SYDNEY — China slapped restrictions on the sale of gallium and germanium this week, in a move that is likely a tit-for-tat response to American efforts to restrict chips from partners and allies to Beijing.
Both metals are increasingly used in making computer chips because they can handle higher voltages than silicon. They are particularly notable for the defense sector due to their importance in the manufacture of Active Electronically-Scanned Array (AESA)) radars and some electronic warfare systems.
“In order to safeguard national security and interests, with the approval of the State Council, it is decided to implement export controls on items related to gallium and germanium,” China’s Ministry of Commerce and its General Administration of Customs (GAC) said July 3 in a joint statement. The restrictions take effect on August 1.
How big an effect will this have on defense, intelligence and related applications? “We doubt these moves add additional supply bottlenecks for U.S. defense primes, but they will spur more efforts to develop alternative sources of these metals,” analyst Byron Callan of Capital Alpha Partners wrote in a note for investors.
Raytheon’s LTAMDS, SPY-6, “Ghost-Eye” radars and Next Generation Jammer, Northrop Grumman’s TPY-5,, Lockheed Martin’s Q-53 and other radar products all use Gallium nitride (GaN) chips, Callan noted. Saab Group, Leonardo and Thales also use GaN chips.
The benefits of using GaN can be impressive. Raytheon has said that it can increase an existing radar’s range by 50 percent, improve its ability to discriminate between different kinds of targets or increase the volume it can search five-fold. It also can improve the reliability of these complex systems.
The US Geological Survey’s “Mineral Commodities Summaries 2023” says no gallium has been produced in the US since 1987, but there is at least one US source that refines imported and recovered gallium from imports and scrap. China accounted for 98% of global low-purity gallium production, but the report notes that gallium metal “imports decreased substantially from those in previous years (since 2019) because higher tariffs were placed on China’s gallium exports to the United States.” Some estimates say roughly half of all gallium is imported from China.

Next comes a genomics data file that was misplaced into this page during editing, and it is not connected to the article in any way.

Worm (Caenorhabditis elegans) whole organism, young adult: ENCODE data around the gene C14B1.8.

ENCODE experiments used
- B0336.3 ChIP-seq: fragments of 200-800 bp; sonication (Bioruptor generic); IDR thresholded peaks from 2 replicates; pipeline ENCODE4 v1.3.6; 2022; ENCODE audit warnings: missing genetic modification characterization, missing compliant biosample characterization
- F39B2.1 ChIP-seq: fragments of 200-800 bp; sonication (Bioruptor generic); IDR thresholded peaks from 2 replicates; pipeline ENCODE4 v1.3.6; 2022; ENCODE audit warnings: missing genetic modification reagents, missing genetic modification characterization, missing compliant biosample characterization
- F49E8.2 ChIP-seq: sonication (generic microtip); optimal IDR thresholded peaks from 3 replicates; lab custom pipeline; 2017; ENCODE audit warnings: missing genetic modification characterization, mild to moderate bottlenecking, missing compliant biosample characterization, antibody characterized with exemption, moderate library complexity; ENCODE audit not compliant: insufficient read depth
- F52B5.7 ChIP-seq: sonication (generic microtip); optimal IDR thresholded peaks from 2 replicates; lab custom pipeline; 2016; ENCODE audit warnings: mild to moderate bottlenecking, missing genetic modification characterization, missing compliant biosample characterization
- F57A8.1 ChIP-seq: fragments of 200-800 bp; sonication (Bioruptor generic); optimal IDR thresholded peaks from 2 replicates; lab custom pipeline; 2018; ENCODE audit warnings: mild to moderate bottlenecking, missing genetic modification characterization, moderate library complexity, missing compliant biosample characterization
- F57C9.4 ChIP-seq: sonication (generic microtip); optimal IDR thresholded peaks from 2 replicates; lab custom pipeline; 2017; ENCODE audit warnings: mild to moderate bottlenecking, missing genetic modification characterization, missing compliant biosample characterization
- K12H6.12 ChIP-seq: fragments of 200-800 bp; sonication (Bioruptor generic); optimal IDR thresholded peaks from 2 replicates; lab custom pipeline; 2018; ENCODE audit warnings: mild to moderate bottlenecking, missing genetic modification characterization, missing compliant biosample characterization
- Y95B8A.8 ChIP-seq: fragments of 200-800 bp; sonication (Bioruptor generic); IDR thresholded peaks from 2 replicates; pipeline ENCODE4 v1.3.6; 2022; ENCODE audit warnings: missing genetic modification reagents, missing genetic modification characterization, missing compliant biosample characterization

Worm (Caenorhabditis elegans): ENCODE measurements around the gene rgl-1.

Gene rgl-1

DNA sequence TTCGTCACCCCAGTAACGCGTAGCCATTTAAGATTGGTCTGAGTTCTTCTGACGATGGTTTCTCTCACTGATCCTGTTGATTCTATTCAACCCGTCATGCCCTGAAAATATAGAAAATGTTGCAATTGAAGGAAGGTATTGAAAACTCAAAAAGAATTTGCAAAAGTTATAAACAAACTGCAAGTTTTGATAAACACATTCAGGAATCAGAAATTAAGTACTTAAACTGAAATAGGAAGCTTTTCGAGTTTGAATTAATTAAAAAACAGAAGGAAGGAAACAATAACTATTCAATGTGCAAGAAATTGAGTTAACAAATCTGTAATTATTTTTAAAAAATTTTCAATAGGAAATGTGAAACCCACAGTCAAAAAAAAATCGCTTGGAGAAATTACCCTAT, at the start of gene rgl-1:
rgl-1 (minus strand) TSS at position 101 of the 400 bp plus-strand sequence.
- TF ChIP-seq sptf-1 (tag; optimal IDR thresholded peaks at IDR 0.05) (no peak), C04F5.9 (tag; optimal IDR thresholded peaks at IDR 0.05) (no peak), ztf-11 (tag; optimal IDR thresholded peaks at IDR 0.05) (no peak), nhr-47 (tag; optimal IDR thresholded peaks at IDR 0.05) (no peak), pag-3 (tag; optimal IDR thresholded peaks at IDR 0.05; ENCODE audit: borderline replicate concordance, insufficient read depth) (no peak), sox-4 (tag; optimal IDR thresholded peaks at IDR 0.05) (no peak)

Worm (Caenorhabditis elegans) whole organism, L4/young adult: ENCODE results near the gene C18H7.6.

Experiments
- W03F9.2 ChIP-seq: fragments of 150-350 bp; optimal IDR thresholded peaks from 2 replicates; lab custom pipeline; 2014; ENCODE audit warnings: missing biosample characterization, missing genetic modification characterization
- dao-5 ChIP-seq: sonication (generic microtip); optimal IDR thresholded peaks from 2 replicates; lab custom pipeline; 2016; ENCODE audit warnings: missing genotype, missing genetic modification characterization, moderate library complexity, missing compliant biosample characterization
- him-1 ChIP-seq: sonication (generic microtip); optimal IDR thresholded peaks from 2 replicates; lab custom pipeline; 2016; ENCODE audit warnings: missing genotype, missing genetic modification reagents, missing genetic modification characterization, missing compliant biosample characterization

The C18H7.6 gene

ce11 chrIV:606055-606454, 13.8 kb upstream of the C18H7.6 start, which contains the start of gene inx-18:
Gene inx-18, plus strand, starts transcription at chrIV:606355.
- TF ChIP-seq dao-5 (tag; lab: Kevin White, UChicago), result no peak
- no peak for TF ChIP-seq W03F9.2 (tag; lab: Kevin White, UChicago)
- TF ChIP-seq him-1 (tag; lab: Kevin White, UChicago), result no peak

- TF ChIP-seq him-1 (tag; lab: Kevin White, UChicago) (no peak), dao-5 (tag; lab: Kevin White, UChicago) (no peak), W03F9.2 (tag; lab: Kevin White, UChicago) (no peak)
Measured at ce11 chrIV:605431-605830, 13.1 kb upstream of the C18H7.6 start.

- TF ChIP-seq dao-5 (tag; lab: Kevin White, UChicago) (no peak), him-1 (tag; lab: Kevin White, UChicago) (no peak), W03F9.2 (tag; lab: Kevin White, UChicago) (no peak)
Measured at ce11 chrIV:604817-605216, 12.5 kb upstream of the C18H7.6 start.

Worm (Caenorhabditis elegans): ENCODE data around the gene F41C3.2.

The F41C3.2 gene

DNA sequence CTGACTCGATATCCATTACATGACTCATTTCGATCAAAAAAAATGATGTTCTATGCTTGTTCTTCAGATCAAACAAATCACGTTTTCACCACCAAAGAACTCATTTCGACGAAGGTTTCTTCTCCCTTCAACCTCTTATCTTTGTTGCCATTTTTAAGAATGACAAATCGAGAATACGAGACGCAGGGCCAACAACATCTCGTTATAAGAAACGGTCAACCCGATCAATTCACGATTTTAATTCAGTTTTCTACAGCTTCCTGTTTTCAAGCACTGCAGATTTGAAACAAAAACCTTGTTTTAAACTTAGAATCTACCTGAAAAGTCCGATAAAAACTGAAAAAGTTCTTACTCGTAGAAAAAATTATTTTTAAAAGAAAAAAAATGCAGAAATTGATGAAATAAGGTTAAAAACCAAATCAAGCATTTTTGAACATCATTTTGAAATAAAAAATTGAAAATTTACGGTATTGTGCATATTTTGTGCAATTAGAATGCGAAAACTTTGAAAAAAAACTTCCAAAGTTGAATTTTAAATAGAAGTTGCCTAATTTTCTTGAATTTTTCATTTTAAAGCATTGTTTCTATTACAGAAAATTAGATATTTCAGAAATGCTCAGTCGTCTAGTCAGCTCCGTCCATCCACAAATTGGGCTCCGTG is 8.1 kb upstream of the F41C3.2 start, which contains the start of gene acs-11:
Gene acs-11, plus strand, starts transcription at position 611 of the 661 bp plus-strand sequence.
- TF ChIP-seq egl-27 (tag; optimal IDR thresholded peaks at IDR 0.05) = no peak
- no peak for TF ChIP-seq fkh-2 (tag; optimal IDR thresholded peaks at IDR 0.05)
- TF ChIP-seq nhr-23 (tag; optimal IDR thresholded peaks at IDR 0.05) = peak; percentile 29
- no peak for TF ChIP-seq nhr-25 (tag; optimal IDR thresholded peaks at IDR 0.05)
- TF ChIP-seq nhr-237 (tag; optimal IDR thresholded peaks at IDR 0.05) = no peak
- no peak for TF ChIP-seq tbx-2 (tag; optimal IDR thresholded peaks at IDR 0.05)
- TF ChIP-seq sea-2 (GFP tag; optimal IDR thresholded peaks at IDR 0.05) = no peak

It looks as if germanium will be harder for China to affect with the new export restrictions. It already “is included in the Defense National Stockpile, and DoD has a recycling program to recover it from older equipment,” Callan notes.
Also, there is a Canadian refinery which produces it from zinc concentrates mined in Alaska and Tennessee. A zinc smelter in Clarksville, Tenn., produced germanium leach concentrates. A company in Utah produced germanium wafers for solar cells used in satellites from imported and recycled germanium. Also, a refinery in Oklahoma recovered germanium from industry-generated scrap and produced germanium tetrachloride for the production of fiber optics, the Geological Survey’s report says.
Callan does argue that “there is a longer-term risk for companies that are major defense contractors and who also are major exporters of aerospace products to China. Why would China continue to buy commercial products from companies if those companies use cashflow and technology to develop defense products aimed at deterring and defeating China’s military?”
This all takes place in the shadow of China’s dominance in the production of so-called rare earth minerals, many of which aren’t that rare but are difficult to refine in environmentally safe fashion. Rare earth minerals such as nickel, manganese, cobalt and aluminum oxide are often produced in China using “leaching ponds” which can produce toxic and radioactive wastes. China used its control over rare earth minerals to punish Japan in 2010 after Japan seized the captain of a Chinese fishing boat, sparking worldwide concern about the supply chain.
Australia is the world’s fourth largest producer of rare earth minerals and has at least 20 percent of the global reserves of the minerals. The Lynas company here owns a major rare earth mine in Western Australia and the world’s largest rare earths processing plant in Malaysia. The company won a $120 million USD contract with the Pentagon in 2021 to build a commercial heavy rare earths separation facility in Texas.